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Speeding

Discussion in 'CycleChat Cafe' started by Mister Paul, 7 Sep 2007.

  1. Mister Paul

    Mister Paul Honky

    Location:
    North Somerset
    Now I don't want to start a huge argument. I value these forums for allowing people to discuss issues and form and mould their own opinions. So can we have a discussion?

    Speeding

    Legal types, and speed apologists argue that speeding is a legal term and so can only apply when a vehicle is travelling above the legally posted speed limit.

    1. Is there an accepted alternative definition? That is, can someone be said to be speeding who is not exceeding the speed limit?
    2. With the emphasis moving so much towards the legal definition of speeding these days, would you now consider it wrong to use the term subjectively, to describe a vehicle that you thought to be driving too fast?
    3. What is too fast?
     
  2. Twenty Inch

    Twenty Inch New Member

    Location:
    Behind a desk
    My instructor explained it thus (in 2000):

    The speed limit is the maximum for a given stretch of road, but:

    The driver has a duty to observe an appropriate speed for the conditions.

    So the limit might be 70mph on road X, but if there were a thick fog a more appropriate speed would be 25mph and a driver causing an accident by driving at 69mph would not be able to say that he was guiltless as he was within the limit.
     
  3. domtyler

    domtyler Über Member

    I think that you are confusing two aspects of the same crime. One is the legal aspect, as you mention, and the other is the moral aspect. You can be guilty of either or both depending on the circumstances.

    When you say "the emphasis moving so much towards the legal definition of speeding these days". What do you mean?
     
  4. OP
    OP
    Mister Paul

    Mister Paul Honky

    Location:
    North Somerset
    I mean that if I see a speeding car then it won't necessarily be exceeding the speed limit, in the same way that you could describe something fast on rails as a speeding train. In these examples it's not a legal definition, but a reference to something going fast.

    But if you mention that word in a motoring forum you'll be told that the car wasn't speeding because it was driving within the limit.
     
  5. buggi

    buggi Bird Saviour

    Location:
    Solihull
    This is what my instructor told me also. why then did i get marked down for not going at the max speed limit in my test when it was pishing down with rain and i could hardly see where i was going???
     
  6. col

    col Veteran

    I suppose driving sensibly to conditions is not speeding?But we then have those limits set that seem unreasonable,like when passing speed cameras,so a long clear stretch of road where you may break the limit to overtake,because its still safe in your eyes, but you get snapped(mmm ulterior motive there?)but then a tortoise flat out is speeding isnt it?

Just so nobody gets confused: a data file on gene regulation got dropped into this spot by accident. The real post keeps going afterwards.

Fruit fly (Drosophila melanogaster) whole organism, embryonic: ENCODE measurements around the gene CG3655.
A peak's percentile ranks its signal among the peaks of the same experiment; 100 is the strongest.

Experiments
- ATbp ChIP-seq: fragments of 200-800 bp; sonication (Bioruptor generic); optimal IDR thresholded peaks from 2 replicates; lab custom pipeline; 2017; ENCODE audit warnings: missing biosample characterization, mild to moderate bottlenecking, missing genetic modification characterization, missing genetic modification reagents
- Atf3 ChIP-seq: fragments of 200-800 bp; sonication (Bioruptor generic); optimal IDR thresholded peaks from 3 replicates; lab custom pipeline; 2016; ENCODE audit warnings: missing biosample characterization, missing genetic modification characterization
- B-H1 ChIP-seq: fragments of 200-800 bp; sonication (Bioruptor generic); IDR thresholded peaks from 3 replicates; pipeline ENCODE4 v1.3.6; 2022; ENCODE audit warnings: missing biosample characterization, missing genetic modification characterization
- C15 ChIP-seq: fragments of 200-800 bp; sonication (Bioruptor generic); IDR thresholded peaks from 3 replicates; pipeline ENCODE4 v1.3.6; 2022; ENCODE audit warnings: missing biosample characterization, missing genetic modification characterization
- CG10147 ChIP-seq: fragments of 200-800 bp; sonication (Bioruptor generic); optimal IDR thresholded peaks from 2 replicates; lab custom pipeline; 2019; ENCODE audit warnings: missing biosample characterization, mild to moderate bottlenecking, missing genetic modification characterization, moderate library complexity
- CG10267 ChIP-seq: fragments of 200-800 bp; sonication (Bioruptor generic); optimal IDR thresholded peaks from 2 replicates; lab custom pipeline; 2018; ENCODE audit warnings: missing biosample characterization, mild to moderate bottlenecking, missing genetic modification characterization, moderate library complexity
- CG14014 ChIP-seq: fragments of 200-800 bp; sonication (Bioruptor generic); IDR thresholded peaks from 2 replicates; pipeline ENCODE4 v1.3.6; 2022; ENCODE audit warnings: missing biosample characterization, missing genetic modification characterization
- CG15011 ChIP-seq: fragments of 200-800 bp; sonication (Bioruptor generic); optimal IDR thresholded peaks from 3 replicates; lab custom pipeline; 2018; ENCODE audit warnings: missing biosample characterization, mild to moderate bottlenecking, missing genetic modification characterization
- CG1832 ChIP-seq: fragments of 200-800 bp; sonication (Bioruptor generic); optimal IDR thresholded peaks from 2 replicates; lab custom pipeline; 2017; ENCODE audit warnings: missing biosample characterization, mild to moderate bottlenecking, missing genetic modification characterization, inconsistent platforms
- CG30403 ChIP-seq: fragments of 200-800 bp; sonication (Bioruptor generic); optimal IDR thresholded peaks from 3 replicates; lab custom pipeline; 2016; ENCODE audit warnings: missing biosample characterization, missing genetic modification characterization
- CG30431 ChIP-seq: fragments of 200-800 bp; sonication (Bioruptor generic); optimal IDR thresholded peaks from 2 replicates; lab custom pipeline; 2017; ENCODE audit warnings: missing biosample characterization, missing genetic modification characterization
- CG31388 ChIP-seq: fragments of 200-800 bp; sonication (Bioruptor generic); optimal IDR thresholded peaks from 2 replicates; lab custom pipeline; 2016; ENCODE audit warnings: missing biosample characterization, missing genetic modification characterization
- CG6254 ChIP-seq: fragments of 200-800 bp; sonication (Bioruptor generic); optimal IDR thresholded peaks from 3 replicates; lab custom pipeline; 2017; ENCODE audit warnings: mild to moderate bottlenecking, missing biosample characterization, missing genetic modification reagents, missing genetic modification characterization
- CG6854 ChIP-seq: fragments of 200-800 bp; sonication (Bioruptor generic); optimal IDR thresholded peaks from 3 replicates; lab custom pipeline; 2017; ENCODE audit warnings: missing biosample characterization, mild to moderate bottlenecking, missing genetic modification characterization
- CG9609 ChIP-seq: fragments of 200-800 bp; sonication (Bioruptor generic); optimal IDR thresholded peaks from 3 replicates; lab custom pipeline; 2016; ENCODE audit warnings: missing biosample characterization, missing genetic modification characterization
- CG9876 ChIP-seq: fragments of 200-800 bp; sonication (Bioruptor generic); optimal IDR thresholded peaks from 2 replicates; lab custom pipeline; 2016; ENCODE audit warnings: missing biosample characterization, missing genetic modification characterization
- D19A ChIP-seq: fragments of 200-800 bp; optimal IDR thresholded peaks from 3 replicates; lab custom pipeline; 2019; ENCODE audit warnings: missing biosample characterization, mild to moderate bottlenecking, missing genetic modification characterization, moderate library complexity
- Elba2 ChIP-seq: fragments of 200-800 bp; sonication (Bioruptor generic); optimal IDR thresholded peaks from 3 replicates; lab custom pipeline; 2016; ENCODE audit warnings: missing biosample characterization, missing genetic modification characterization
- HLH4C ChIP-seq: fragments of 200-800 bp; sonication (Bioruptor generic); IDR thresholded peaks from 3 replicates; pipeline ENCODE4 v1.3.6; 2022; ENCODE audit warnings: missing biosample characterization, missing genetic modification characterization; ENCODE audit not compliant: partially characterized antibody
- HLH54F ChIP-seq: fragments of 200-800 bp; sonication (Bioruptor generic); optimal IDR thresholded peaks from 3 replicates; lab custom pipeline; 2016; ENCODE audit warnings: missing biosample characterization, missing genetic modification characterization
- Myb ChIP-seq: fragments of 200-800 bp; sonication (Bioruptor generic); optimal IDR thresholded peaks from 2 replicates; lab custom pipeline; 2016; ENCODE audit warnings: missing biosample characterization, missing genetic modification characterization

7. bonj2

    bonj2 Guest

    I think what you are looking for is that there is a difference between 'speeding', and 'being guilty of the offence of exceeding the speed limit on a public road'.
    The two are not synonymous.
    In the same way that many people think that 'train tracks' and 'rails' are synonymous, they're not. A train track comprises of two rails about 1.4m apart, sleepers, ballast, any foundations necessary, etc. i.e. the whole caboodle.
    'Being guilty of the offence of exceeding the speed limit on a public road' comprises of someone speeding, the act being identified, a case being constructed, it being proven, etc. - the whole caboodle.

    Unfortunately, people on motoring forums will (wrongly) assume that the two are synonymous. Such assumptions are akin to the 'it's only dangerous if you actually crash' mentality.
     
  8. bonj2

    bonj2 Guest

    Mister Paul, who the devil is that woman in your avatar? Is it Gillian McKeith, who you've got a crush on?
    `
     
  9. OP
    OP
    Mister Paul

    Mister Paul Honky

    Location:
    North Somerset
    No. She's attractive, but could never compare to Gillian.
     
  10. alecstilleyedye

    alecstilleyedye nothing in moderation Staff Member

    because driving examiners can be bastards as there is no come back. my advice to anyone about to sit a driving test is to take the option of having your instructor sit in. he/she can't do anything other than sit and observe, but it stops examiners getting away with murder.
     
  11. magnatom

    magnatom Guest

    She's the sort of lady it would be nice to have living close to you! :biggrin:
     
  12. bonj2

    bonj2 Guest

    Who is it then? Anneka Rice's mother?
     
  13. OP
    OP
    Mister Paul

    Mister Paul Honky

    Location:
    North Somerset
    An F1 car can be described as speeding. A car doing 70mph on the motorway can be described as speeding. Both are moving at speed.

    This is more about the English language Bonj, and whether we should be able to use words without assumptions being made.

    I've had several discussions with speed apologists and used the word to describe cars that I considered to be going fast, or too fast. The response is usually "ah, but they're not speeding. They're within the limit" I think that this is done to try to diminish the impact of the word when it is used to describe drivers who are exceeding the speed limit.
     
  14. col

    col Veteran

    She looks like the lady in the comedy series where the bloke was the housemaid?
     
  15. OP
    OP
    Mister Paul

    Mister Paul Honky

    Location:
    North Somerset
    No.

    With a little understanding, you can find your perfect blend.